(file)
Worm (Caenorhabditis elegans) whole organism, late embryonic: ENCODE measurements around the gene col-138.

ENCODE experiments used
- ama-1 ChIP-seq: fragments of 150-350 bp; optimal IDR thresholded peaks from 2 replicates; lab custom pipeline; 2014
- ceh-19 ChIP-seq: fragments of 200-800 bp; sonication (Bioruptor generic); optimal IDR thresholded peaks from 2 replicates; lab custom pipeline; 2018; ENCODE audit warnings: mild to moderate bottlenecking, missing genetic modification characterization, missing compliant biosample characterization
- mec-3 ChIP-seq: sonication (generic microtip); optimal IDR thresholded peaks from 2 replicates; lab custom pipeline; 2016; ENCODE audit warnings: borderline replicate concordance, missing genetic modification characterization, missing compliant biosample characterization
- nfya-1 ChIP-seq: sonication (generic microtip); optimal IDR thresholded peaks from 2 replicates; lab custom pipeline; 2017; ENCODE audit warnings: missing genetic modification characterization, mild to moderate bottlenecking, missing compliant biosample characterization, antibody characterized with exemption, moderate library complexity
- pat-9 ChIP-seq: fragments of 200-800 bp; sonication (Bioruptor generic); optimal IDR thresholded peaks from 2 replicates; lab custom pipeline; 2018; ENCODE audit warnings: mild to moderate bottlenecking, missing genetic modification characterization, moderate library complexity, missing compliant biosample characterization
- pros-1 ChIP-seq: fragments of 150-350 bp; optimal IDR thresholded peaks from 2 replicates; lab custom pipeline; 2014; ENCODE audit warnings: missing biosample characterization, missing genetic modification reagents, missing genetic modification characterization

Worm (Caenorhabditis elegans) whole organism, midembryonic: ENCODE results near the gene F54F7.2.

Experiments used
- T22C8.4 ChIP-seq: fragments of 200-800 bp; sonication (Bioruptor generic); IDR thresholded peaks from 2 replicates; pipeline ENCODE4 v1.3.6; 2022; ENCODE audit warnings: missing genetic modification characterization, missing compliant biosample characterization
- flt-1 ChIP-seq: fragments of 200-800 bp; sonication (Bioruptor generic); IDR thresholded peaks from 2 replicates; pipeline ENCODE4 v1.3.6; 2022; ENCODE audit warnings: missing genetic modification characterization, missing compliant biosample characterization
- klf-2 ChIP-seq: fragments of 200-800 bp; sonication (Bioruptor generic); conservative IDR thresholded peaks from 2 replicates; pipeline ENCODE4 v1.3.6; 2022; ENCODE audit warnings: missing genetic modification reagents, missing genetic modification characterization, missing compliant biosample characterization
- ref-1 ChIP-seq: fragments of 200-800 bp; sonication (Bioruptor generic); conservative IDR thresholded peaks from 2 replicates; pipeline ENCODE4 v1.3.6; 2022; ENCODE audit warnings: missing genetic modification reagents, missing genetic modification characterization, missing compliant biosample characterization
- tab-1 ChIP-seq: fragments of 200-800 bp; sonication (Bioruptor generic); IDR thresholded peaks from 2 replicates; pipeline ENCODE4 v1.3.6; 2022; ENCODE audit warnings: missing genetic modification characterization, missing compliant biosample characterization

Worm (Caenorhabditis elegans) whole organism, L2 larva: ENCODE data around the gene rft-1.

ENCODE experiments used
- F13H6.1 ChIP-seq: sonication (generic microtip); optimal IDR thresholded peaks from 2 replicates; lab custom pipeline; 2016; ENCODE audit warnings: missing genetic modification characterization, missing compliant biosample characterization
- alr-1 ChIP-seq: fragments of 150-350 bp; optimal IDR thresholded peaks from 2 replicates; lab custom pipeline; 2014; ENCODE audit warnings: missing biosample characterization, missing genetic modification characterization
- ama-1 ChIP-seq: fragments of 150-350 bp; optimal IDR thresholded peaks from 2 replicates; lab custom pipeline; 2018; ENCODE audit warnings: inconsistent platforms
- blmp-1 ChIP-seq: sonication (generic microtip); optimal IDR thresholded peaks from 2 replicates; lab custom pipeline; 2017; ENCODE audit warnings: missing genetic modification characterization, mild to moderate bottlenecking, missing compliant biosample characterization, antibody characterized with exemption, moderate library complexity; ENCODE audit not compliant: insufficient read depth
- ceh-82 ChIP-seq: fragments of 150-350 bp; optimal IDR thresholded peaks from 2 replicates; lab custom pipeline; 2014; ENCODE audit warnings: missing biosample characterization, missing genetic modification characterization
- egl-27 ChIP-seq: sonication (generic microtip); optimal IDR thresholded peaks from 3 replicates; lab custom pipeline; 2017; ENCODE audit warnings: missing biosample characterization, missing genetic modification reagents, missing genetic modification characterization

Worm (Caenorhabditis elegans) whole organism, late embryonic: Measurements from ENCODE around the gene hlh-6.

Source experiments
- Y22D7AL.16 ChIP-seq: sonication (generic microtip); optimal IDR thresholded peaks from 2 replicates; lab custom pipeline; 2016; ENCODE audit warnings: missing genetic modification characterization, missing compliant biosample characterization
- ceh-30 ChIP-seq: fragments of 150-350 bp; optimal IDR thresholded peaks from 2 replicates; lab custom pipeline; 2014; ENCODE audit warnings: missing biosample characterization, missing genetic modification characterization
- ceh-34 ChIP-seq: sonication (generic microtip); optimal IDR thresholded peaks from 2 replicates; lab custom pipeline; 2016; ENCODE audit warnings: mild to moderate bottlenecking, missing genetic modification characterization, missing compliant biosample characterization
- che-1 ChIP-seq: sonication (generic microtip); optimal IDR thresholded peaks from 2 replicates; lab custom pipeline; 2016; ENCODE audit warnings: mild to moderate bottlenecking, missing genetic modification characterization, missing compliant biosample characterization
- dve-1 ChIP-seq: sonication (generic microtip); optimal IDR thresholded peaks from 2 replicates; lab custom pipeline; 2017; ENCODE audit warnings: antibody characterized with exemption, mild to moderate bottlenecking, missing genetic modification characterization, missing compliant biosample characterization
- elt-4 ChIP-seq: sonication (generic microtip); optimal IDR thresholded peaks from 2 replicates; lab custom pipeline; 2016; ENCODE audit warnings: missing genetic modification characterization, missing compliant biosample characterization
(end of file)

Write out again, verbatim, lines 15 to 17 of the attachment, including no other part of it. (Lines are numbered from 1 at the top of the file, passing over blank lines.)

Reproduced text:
- tab-1 ChIP-seq: fragments of 200-800 bp; sonication (Bioruptor generic); IDR thresholded peaks from 2 replicates; pipeline ENCODE4 v1.3.6; 2022; ENCODE audit warnings: missing genetic modification characterization, missing compliant biosample characterization

Worm (Caenorhabditis elegans) whole organism, L2 larva: ENCODE data around the gene rft-1.

ENCODE experiments used